FinCEN Issues ANPRM to Address Money Laundering Vulnerabilities in the Real Estate Sector
On December 8, 2021, the Financial Crimes Enforcement Network (FinCEN) published a notice as an initial step in addressing potential money laundering vulnerabilities associated with non-financed transactions in the US real estate market.1 The ANPRM announces that FinCEN is considering proposing a rule that would impose nationwide recordkeeping and reporting obligations on certain persons and entities participating in all-cash real estate transactions, potentially with no dollar threshold triggering the reporting obligations. With this ANPRM, FinCEN seeks input on how best to focus its regulatory attention on the money laundering risk in this area while also minimizing burdens on business.
FinCEN’s Current Approach
FinCEN’s current regulations implementing the BSA require banks, non-bank residential mortgage lenders and originators (RMLOs), and housing-related Government Sponsored Enterprises (GSEs) to file suspicious activity reports (SARs) and establish anti-money laundering/countering the financing of terrorism (AML/CFT) programs.2 However, FinCEN has not imposed similar general recordkeeping and reporting requirements on businesses involved in non-financed real estate transactions. Instead, since 2016, and most recently renewed in October 2021, FinCEN sought to address money laundering vulnerabilities in all-cash real estate transactions by imposing time-limited transaction reporting requirements on title insurance companies through Geographic Targeting Orders (GTOs).3
Why is FinCEN Focusing on the Real Estate Market?
The ANPRM is part of the Biden Administration’s effort to fight corruption and root out vulnerabilities in our financial sector. According to the recently released US Strategy on Countering Corruption, real estate transactions involving loans or other financing by regulated financial institutions, which are subject to federal AML rules, are less susceptible to money laundering because those institutions are required to report suspicious activity to FinCEN. When real estate is purchased in an all-cash transaction, however, it can be nearly impossible to trace the beneficial owners behind shell companies that are often used to purchase the real estate. As a result, all-cash real estate transactions can be an attractive avenue for criminals to launder illegal proceeds while masking their identities. According to an August 2021 study cited by FinCEN, an estimated $2.3 billion had been laundered through the US real estate market over the previous five years, and the use of anonymous shell companies and complex corporate structures were the main money laundering typology involving real estate. With this ANPRM, FinCEN is taking an initial step toward addressing this lack of transparency that facilitates money laundering in the US real estate market.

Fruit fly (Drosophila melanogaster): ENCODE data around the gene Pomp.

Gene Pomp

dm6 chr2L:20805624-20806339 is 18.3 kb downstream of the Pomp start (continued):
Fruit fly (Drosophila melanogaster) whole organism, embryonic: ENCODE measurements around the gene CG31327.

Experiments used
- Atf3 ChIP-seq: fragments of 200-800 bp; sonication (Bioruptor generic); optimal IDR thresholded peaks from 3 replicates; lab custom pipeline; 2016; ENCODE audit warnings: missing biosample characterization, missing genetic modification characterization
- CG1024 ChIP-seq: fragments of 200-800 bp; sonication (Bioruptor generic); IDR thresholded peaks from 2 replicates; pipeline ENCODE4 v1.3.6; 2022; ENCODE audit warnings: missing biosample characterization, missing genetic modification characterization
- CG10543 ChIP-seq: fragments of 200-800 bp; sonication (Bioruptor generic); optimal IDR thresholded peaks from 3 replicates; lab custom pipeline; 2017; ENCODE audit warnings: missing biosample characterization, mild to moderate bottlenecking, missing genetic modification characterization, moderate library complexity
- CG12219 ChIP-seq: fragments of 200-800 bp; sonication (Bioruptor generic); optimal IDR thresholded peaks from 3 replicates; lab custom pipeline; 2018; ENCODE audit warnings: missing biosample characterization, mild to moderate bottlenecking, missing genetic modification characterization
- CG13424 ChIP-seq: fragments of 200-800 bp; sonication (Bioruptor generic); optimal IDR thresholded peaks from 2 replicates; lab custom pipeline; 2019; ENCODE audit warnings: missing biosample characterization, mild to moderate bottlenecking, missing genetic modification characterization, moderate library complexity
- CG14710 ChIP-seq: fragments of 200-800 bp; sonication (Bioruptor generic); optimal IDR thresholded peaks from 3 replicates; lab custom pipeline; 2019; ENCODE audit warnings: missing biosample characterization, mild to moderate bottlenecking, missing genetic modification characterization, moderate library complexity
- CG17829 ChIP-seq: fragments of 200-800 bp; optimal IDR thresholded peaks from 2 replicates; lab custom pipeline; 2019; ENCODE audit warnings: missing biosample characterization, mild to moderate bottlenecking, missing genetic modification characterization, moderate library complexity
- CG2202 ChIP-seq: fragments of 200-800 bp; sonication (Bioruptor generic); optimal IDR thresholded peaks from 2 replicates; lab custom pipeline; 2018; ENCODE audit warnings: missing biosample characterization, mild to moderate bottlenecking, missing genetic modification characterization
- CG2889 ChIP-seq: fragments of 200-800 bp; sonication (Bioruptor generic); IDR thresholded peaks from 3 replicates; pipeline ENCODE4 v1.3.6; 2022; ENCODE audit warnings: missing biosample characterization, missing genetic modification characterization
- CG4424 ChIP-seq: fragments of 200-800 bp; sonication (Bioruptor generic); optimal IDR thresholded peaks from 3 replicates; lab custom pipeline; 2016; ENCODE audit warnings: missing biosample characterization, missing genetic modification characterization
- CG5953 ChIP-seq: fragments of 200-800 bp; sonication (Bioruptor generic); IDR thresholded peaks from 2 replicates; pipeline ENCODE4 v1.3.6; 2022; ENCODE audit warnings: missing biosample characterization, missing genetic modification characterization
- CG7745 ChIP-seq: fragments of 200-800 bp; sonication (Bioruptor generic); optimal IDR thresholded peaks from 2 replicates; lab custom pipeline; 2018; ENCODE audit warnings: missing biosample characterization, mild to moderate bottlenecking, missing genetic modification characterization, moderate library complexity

Request for Comments
The ANPRM seeks public comment regarding the potential nationwide recordkeeping and reporting rule related to persons and entities participating in non-financed real estate transactions. The ANPRM seeks comment on over 80 specific questions, but invites all relevant comments. In addition to seeking general information about the US real estate market, the questions generally fall into the following categories:
- What are the money laundering risks in real estate transactions and what kinds of transactions and customers are highest and lowest risk?
- Which real estate transactions should FinCEN’s rule cover, including whether the rule should be limited to non-financed transactions and whether there should be reporting threshold for transactions?
- Which persons should be required to report information concerning real estate transactions to FinCEN, including which financial institutions and nonfinancial trades and businesses are in a position to ascertain and report?
- What information should FinCEN require regarding real estate transactions covered by a proposed regulation?
- What are the potential burdens or implementation costs of a potential FinCEN regulation?
- Should FinCEN promulgate general AML/CFT recordkeeping and reporting requirements for “persons involved in real estate closings and settlements” and, if so, how should that term be defined?
Comments on the ANPRM are due no later than February 7, 2022. Financial institutions and participants in the real estate market interested in this proposed reform and the impact it may have on their business may contact any of the authors of this Advisory or their usual Arnold & Porter contact. The firm's Financial Services team would be pleased to assist with any questions about the reform or BSA/AML compliance and enforcement more broadly.
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© Arnold & Porter Kaye Scholer LLP 2021 All Rights Reserved. This Advisory is intended to be a general summary of the law and does not constitute legal advice. You should consult with counsel to determine applicable legal requirements in a specific fact situation.
Anti-Money Laundering Regulations for Real Estate Transactions, 86 Fed. Reg 69589 (Dec. 8, 2021) (the “ANPRM”).
31 U.S.C. § 5326(a); see Geographic Targeting Order Covering TITLE INSURANCE COMPANY (Oct. 29, 2021).